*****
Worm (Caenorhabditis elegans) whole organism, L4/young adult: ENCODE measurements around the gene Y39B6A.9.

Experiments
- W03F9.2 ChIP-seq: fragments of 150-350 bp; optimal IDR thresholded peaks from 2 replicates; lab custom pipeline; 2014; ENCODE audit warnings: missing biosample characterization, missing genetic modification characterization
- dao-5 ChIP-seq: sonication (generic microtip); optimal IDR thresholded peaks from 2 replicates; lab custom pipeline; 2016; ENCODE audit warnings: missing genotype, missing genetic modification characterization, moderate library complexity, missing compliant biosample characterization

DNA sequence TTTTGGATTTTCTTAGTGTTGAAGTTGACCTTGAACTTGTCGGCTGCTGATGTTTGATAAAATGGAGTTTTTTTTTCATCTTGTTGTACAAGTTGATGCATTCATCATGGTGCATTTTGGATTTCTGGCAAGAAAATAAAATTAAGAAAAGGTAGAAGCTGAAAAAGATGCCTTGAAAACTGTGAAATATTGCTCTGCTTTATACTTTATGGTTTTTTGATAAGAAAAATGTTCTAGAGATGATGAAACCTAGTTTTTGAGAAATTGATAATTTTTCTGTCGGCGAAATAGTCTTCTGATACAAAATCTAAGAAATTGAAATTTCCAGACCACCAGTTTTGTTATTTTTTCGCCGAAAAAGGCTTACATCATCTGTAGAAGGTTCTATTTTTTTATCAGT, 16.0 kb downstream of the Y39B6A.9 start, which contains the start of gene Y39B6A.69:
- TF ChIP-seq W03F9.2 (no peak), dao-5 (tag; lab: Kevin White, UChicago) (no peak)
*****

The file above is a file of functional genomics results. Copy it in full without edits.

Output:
Worm (Caenorhabditis elegans) whole organism, L4/young adult: ENCODE measurements around the gene Y39B6A.9.

Experiments
- W03F9.2 ChIP-seq: fragments of 150-350 bp; optimal IDR thresholded peaks from 2 replicates; lab custom pipeline; 2014; ENCODE audit warnings: missing biosample characterization, missing genetic modification characterization
- dao-5 ChIP-seq: sonication (generic microtip); optimal IDR thresholded peaks from 2 replicates; lab custom pipeline; 2016; ENCODE audit warnings: missing genotype, missing genetic modification characterization, moderate library complexity, missing compliant biosample characterization

DNA sequence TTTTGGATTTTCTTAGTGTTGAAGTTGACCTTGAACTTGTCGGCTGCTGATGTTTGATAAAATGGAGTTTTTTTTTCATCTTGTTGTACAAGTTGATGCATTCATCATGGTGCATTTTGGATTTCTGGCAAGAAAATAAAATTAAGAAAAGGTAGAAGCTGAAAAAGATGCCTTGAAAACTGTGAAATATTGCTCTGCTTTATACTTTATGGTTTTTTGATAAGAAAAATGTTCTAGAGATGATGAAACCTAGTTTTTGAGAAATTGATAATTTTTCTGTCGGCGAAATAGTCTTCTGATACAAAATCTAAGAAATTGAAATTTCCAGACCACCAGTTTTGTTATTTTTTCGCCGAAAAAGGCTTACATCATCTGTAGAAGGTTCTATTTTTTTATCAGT, 16.0 kb downstream of the Y39B6A.9 start, which contains the start of gene Y39B6A.69:
- TF ChIP-seq W03F9.2 (no peak), dao-5 (tag; lab: Kevin White, UChicago) (no peak)